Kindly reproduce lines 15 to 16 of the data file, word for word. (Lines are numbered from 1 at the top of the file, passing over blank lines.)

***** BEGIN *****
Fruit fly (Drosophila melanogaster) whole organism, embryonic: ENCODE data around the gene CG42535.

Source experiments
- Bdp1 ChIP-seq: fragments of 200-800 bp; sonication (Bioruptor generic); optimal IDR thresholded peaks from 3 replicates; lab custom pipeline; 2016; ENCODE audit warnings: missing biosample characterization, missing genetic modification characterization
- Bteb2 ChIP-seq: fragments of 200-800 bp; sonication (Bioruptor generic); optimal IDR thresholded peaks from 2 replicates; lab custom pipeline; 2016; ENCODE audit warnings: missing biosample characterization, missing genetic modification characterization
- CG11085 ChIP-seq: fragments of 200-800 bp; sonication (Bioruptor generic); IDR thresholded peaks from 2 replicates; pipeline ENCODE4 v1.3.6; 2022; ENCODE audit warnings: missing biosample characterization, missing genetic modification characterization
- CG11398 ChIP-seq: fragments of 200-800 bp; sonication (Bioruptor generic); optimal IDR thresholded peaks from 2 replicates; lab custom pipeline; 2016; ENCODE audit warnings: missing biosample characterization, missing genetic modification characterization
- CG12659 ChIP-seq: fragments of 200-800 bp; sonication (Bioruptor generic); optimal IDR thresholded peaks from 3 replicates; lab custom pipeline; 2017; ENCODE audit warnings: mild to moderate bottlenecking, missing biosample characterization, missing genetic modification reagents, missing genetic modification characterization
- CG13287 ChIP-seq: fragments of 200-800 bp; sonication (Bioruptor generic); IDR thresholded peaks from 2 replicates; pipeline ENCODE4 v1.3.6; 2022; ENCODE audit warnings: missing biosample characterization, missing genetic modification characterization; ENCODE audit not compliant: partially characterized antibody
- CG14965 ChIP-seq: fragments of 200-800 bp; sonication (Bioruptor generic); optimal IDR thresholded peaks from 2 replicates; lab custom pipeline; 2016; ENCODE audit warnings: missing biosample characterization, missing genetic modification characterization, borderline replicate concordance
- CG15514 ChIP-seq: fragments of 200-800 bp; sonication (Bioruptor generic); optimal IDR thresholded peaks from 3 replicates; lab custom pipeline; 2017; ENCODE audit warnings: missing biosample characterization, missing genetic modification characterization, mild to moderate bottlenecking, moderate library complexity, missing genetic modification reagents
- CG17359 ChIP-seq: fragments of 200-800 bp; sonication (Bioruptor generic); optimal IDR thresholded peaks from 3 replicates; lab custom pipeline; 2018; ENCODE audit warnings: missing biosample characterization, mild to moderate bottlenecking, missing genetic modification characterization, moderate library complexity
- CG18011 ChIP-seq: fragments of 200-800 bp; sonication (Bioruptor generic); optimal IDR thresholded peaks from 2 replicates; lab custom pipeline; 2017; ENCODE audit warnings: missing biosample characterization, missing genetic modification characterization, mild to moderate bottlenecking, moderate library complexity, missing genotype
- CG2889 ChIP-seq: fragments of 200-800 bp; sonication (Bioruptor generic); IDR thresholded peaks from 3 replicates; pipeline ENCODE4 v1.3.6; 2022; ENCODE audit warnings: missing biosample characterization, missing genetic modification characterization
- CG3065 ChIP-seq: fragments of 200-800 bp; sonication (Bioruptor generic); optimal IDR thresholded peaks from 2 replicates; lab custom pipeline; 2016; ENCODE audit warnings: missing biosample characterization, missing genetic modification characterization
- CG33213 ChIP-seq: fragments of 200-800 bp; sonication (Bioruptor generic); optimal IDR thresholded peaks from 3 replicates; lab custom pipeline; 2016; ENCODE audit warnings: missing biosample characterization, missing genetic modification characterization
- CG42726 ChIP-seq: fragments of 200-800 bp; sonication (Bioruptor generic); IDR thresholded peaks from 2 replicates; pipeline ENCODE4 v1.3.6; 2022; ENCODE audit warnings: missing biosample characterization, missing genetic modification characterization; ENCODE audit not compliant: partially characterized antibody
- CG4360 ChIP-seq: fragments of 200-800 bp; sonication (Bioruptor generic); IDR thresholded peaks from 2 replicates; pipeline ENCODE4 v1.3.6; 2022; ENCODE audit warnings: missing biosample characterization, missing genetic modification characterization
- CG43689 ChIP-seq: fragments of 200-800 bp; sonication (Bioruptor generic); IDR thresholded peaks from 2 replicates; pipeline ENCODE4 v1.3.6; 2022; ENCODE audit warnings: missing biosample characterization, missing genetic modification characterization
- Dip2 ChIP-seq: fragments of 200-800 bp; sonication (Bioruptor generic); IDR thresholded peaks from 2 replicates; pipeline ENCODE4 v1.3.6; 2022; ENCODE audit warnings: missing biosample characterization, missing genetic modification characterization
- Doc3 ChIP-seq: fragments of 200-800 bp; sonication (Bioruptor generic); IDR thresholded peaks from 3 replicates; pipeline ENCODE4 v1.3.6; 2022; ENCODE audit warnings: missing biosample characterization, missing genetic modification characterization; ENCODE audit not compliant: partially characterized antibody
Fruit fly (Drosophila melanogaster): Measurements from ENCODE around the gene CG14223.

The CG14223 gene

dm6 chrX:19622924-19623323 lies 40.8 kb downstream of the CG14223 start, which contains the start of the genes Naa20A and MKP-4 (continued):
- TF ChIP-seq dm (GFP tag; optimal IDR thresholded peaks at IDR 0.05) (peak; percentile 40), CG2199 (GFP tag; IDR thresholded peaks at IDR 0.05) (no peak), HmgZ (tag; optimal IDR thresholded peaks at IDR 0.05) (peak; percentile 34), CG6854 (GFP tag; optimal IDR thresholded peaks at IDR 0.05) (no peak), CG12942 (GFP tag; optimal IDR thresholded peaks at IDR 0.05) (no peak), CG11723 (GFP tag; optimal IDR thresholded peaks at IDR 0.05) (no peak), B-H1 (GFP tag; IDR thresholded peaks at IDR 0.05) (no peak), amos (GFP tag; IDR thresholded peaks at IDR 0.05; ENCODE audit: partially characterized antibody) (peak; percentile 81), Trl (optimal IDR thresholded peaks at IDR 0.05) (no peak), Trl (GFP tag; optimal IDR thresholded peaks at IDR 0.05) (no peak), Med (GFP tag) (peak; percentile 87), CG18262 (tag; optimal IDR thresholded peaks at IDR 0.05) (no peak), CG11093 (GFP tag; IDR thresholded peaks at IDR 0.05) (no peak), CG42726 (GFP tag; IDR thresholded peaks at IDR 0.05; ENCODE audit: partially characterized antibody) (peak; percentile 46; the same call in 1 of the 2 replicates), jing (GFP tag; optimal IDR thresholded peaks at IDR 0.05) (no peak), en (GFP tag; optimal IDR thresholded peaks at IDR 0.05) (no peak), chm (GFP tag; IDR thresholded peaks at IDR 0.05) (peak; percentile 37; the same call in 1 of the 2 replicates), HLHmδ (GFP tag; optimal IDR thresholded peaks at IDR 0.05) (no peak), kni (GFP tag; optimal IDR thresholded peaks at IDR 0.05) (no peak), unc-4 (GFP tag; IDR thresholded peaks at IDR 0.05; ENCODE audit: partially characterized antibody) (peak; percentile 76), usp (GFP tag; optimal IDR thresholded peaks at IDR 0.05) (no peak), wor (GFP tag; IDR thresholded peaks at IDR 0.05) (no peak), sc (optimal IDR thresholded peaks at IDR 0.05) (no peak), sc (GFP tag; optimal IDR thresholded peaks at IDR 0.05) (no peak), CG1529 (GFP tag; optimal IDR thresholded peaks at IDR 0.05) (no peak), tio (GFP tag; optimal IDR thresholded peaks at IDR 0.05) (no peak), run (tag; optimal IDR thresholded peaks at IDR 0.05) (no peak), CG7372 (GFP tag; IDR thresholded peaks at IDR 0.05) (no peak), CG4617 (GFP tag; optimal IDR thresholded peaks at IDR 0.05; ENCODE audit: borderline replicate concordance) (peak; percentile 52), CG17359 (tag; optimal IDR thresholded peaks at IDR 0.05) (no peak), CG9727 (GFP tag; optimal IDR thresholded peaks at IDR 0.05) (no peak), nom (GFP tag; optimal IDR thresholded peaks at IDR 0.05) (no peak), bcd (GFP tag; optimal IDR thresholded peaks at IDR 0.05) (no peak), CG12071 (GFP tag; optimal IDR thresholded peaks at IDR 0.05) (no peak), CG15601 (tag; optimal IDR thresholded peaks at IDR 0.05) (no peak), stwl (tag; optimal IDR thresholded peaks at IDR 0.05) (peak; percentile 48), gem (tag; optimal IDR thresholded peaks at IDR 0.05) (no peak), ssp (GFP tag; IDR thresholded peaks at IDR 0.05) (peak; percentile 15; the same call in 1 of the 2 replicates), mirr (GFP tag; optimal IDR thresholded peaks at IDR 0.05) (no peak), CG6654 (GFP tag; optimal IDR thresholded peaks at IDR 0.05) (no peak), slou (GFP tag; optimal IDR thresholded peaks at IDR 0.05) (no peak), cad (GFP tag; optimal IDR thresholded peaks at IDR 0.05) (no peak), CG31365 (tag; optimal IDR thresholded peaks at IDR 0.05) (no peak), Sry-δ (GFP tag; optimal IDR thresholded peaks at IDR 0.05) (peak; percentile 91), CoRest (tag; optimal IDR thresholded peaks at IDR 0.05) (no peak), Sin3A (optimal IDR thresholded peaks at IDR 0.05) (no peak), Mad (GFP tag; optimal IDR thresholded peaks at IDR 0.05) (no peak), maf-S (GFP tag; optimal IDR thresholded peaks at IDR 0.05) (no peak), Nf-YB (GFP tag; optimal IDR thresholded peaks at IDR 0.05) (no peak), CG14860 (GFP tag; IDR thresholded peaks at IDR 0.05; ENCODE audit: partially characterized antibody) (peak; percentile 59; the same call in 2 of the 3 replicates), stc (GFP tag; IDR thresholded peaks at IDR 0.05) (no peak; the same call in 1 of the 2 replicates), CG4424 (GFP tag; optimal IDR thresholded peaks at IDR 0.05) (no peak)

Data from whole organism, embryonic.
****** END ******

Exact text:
- CG33213 ChIP-seq: fragments of 200-800 bp; sonication (Bioruptor generic); optimal IDR thresholded peaks from 3 replicates; lab custom pipeline; 2016; ENCODE audit warnings: missing biosample characterization, missing genetic modification characterization
- CG42726 ChIP-seq: fragments of 200-800 bp; sonication (Bioruptor generic); IDR thresholded peaks from 2 replicates; pipeline ENCODE4 v1.3.6; 2022; ENCODE audit warnings: missing biosample characterization, missing genetic modification characterization; ENCODE audit not compliant: partially characterized antibody